Who Do You Trust?

Technology enables. Business process delivers the security outcomes.

It's late on a Friday afternoon. It's been a bad week. The phone rings. "I need you to do something for me now," says the voice at the end of the phone. "Something" is going to take until after 6pm, and you want to go home.

"You have got to be joking," you answer.

"Do you know who you are talking to?" says the voice.

"No," you say.

"I'm the CEO," is the indignant reply.

"Do you know who you are talking to?" you ask.

"No," says the CEO. "Thank goodness," you say, hanging up and getting out of there as quickly as possible.

What is wrong with this picture? There is a lack of communication and trust. If you had known it was the CEO in the first place, the conversation may have gone a lot differently. Our business systems today, particularly in government and in larger businesses, often will indicate who is at the other end of the phone (through caller line identification systems). But what if it was not really the CEO at the end of the line, simply someone using the CEO's phone and providing incorrect information?

The risk of not knowing who is at the other end of the line, or not knowing if a message is genuine, increases as more and more information is shared and business is transacted online. The more important the data being exchanged online, the more critical it is to know who is sending and receiving it, and that it has not been tampered with in the process.

The Commonwealth government has recognised this, and has given authentication and security a high priority. The levels of authentication and security will vary with the nature of the data. Authentication can be as simple as a password. Or as sophisticated as public key infrastructure (PKI), the highest level of "non-intrusive" authentication.

The Australian government has been a leader in the development of PKI. It has developed the "Gatekeeper strategy" to encourage confidence in the online economy and to ensure trust between transacting parties. It has also developed a digital certificate specification for business-to-government transactions called the ABN-DSC (Australian Business Number - Digital Signature Certificate). The innovation here is that a single certificate can be used to deal with any government agency. The alternative is to have a different certificate for dealing with different departments and agencies. This latter approach is likely to create complexity and confusion for Australian business, particularly small businesses.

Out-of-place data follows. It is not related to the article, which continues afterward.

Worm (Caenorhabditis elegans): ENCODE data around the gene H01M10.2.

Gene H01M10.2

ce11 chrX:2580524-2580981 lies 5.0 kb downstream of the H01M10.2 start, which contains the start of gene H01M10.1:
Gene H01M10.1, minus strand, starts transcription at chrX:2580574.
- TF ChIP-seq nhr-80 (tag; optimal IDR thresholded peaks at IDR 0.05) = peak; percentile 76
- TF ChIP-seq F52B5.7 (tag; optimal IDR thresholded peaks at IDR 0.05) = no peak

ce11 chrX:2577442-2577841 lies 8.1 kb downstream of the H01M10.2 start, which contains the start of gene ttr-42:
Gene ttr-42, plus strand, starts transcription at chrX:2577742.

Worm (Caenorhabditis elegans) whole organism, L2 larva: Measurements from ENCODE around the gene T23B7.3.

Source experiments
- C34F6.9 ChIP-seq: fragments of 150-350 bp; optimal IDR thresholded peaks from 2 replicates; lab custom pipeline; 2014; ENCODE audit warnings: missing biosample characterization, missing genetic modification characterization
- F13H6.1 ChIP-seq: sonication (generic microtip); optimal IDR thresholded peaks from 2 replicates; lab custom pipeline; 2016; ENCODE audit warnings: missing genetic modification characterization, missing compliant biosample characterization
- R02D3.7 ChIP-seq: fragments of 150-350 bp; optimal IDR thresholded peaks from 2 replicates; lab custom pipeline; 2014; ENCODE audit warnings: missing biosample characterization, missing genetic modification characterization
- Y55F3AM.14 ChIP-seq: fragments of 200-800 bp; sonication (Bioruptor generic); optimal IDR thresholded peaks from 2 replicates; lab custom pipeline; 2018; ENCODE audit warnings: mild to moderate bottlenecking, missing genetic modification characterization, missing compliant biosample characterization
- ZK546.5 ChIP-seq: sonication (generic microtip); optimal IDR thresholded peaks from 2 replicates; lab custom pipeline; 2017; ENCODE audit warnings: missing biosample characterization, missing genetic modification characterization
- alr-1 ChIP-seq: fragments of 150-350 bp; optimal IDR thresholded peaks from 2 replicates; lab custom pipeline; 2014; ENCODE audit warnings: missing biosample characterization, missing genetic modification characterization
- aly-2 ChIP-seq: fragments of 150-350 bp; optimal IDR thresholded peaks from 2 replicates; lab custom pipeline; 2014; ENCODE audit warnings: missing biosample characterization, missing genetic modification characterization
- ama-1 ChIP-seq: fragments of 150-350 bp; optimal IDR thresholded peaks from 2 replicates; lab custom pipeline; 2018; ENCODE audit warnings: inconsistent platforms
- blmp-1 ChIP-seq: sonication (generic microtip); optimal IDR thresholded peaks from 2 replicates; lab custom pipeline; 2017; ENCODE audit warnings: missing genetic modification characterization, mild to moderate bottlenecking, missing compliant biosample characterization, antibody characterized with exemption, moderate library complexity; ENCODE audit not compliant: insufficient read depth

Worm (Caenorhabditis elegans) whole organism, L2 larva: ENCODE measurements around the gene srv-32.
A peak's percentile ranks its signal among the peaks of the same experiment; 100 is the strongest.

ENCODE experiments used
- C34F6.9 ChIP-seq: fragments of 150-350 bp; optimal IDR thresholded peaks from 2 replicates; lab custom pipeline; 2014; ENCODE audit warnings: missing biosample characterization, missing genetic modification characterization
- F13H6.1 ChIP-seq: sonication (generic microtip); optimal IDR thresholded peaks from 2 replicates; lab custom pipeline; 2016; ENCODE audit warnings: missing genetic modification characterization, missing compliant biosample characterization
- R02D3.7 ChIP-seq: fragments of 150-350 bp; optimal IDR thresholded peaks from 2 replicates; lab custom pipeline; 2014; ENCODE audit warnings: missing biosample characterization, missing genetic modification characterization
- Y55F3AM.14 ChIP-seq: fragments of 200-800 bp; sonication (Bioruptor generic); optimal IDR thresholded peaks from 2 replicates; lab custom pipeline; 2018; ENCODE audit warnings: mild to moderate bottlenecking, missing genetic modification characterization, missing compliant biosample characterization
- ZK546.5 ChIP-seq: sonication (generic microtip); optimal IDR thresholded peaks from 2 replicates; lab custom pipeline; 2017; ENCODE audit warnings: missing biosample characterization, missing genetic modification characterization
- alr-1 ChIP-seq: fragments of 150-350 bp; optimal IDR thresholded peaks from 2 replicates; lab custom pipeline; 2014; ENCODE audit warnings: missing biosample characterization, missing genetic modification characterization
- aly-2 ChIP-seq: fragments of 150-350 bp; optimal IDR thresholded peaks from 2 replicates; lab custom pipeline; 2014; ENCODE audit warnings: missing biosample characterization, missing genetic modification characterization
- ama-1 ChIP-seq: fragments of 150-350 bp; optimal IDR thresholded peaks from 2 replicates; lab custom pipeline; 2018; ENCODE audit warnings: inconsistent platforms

Recently, the FedLink system was released to provide agencies with data security to "protected" level. There is a great deal of work in progress to provide higher levels of security for electronic data transfer.

Importantly, these developments have created a significant amount of learning. While the technical learning has been important, the critical element has been the importance of effective business processes - the technology is a tool to improve trust and security but the point of failure still lies largely in personal and management systems. Giving away your password, handing over a smartcard or simply allowing someone to impersonate you to collect a classified document will undermine technological safeguards.

Put simply: technology enables; business process delivers the security outcomes.

John Rimmer is CEO of the National Office for the Information Economy, a federal government agency. More information on the issues in this article can be found at: www.noie.gov.au.

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